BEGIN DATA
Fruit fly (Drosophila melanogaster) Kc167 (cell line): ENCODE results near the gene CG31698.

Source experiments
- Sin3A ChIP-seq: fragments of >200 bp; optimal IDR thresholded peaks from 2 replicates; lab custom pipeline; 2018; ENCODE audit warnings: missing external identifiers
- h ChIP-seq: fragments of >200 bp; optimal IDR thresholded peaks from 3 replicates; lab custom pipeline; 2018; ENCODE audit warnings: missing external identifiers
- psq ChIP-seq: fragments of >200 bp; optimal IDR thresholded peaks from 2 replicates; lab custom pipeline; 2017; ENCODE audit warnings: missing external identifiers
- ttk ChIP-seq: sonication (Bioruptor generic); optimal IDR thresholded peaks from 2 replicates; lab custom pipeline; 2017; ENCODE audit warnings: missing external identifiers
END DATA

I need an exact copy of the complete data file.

Fruit fly (Drosophila melanogaster) Kc167 (cell line): ENCODE results near the gene CG31698.

Source experiments
- Sin3A ChIP-seq: fragments of >200 bp; optimal IDR thresholded peaks from 2 replicates; lab custom pipeline; 2018; ENCODE audit warnings: missing external identifiers
- h ChIP-seq: fragments of >200 bp; optimal IDR thresholded peaks from 3 replicates; lab custom pipeline; 2018; ENCODE audit warnings: missing external identifiers
- psq ChIP-seq: fragments of >200 bp; optimal IDR thresholded peaks from 2 replicates; lab custom pipeline; 2017; ENCODE audit warnings: missing external identifiers
- ttk ChIP-seq: sonication (Bioruptor generic); optimal IDR thresholded peaks from 2 replicates; lab custom pipeline; 2017; ENCODE audit warnings: missing external identifiers